As a result of these cases, states can hold intellectual property, and enforce their intellectual property rights in federal court. At the same same, states are in effect free to steal the intellectual property of others, without fear of a money judgments against them. Some states infringe intellectual property rights, hide behind 11th Amendment immunity, and lobby their Senators to block legislation that would remedy this situation.
For more on legislative efforts to address this situation, see stories titled "Legislators Introduce Bills to Address Infringement by States" in TLJ Daily E-Mail Alert No. 302, November 6, 2001; "Sen. Leahy Reintroduces Bill to Close 11th Amendment Loophole to IPR" in TLJ Daily E-Mail Alert No. 394, March 22, 2002; "Senate Judiciary Committee Considers Federalism and Intellectual Property" in TLJ Daily E-Mail Alert No. 522, October 3, 2002; and "Legislators Re-Introduce Bills to Address State IPR Sovereign Immunity" in TLJ Daily E-Mail Alert No. 680, June 13, 2003.
Rehnquist wrote two of the three opinions that created this situation. He joined in the third. In addition, O'Connor, who has just retired, was a member of the five justice majority in all three cases. Hence, there now remain on the Court only three members of the original majority of five.
The Justice's commitment to the doctrine of stare decisis may be put to the test.
Computer Generated Images. On April 16, 2002, the Court issued its opinion [44 pages in PDF] in Ashcroft v. FSC, 535 US 234, a case involving a constitutional challenge to part of the Child Pormography Prevention Act of 1996 (CPPA). The Court ruled that provisions of the statute banning computer generated images depicting minors engaging in sezually explicit conduct is overbroad, and violates the First Amendment.
Rehnquist wrote a dissenting opinion, and joined in a partial dissent written by O'Connor. See also, story titled "Supreme Court Upholds Speech Rights of Child Pormographers" in TLJ Daily E-Mail Alert No. 412, April 17, 2002. The Congress has since rewritten the statute at issue.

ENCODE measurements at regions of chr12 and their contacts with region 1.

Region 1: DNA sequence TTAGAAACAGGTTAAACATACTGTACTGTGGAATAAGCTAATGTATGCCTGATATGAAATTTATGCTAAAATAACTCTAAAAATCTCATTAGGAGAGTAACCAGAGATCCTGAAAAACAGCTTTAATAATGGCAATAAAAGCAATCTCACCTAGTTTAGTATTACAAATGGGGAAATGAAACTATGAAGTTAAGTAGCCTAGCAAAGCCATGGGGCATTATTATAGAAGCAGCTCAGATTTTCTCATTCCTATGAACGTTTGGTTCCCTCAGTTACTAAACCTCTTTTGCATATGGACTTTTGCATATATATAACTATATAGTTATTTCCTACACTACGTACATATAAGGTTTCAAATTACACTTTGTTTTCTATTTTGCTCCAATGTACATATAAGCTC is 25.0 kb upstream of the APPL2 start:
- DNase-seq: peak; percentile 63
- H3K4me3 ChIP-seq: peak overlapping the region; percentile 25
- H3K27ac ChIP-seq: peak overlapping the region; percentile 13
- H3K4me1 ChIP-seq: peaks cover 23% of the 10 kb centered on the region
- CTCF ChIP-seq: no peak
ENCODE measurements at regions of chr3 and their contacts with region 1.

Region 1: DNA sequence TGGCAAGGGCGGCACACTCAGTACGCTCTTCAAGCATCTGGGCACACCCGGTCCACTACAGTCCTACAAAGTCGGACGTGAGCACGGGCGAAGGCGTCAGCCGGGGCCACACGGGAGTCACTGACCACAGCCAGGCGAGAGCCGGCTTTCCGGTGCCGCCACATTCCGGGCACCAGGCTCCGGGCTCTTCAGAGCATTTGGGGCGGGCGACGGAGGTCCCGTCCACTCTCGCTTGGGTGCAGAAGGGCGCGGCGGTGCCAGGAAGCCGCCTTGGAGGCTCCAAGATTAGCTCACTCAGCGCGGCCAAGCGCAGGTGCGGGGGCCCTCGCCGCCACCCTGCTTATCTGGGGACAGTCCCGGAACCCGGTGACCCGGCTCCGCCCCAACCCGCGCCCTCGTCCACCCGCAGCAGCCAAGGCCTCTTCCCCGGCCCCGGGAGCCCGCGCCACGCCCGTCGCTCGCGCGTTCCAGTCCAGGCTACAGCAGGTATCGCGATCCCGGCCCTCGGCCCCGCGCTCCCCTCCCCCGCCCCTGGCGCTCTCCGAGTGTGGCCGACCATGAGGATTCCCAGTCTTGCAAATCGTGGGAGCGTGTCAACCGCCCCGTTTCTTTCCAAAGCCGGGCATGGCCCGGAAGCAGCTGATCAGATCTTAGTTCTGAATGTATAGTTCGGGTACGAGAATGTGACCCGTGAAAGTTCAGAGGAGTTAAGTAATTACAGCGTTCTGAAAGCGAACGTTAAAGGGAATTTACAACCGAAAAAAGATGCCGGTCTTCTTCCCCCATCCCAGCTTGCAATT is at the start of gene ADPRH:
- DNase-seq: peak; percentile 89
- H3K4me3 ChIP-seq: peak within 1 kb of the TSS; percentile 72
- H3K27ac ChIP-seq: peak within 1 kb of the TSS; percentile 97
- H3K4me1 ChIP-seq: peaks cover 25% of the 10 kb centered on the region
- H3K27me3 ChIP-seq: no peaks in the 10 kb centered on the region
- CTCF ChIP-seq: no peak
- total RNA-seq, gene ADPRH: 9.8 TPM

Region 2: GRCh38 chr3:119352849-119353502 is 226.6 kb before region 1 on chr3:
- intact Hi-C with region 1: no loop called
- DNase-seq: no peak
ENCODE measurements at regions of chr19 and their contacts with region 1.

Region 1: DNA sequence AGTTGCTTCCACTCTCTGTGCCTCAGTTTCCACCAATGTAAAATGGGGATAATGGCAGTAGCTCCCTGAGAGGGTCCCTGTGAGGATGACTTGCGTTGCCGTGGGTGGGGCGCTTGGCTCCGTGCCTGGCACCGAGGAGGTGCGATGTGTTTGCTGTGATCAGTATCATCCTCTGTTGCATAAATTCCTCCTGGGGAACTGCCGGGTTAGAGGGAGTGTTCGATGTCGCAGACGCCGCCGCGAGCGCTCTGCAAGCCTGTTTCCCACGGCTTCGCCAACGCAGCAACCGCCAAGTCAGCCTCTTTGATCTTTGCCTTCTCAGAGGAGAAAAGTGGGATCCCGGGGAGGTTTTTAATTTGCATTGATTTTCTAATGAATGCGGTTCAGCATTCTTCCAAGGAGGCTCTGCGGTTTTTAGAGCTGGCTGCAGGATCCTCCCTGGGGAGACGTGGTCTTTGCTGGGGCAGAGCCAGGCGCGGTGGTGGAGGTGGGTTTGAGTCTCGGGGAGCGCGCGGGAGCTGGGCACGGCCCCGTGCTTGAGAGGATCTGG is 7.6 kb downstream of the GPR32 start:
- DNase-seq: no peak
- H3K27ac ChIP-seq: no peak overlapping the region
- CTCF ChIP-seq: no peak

He wrote that "The aim of ensuring the enforceability of our Nation’s child pormography laws is a compelling one. The CPPA is targeted to this aim by extending the definition of child pormography to reach computer-generated images that are virtually indistinguishable from real children engaged in sezually explicit conduct. The statute need not be read to do any more than precisely this, which is not offensive to the First Amendment."
The following is a selection of technology related cases in which Rehnquist joined in the opinions of others, but wrote no opinion himself.
Communications Act Cases
Section 251 Regulation. On January 27, 1999, the Court issued its opinion in AT&T v. Iowa Utilities Board, 525 US 366. Scalia wrote the opinion of the Court. Rehnquist joined in most of this opinion. Thomas wrote an opinion, concurring in part and dissenting in part. Rehnquist also joined in the Thomas opinion.
FCC Price Regulation. On May 13, 2002, the Court issued its 5-3 opinion in Verizon v. FCC, 535 U.S. 467, upholding the FCC's rules regarding how incumbent local exchange carriers (ILECs) charge interexchange carriers (IXCs) and competitors local exchange carriers (CLECs) for access to their facilities; it reversed the U.S. Court of Appeals (8thCir). Souter wrote the opinion of the Court, in which Rehnquist joined. See also, story titled "Supreme Court Upholds FCC Pricing Rules" in TLJ Daily E-Mail Alert No. 431, May 14, 2002.
Antitrust and Telecom. On January 13, 2004, the Court issued its opinion [PDF] in Verizon v. Trinko, 124 S. Ct. 8782, holding that a claim alleging a breach of an ILEC's duty under the 1996 Telecom Act to share its network with competitors does not state a violation of Section 2 of the Sherman Act. Scalia wrote the opinion of the Court, in which Rehnquist joined. See also, story titled "Supreme Court Holds That There is No Sherman Act Claim in Verizon v. Trinko" in TLJ Daily E-Mail Alert No. 815, January 14, 2004.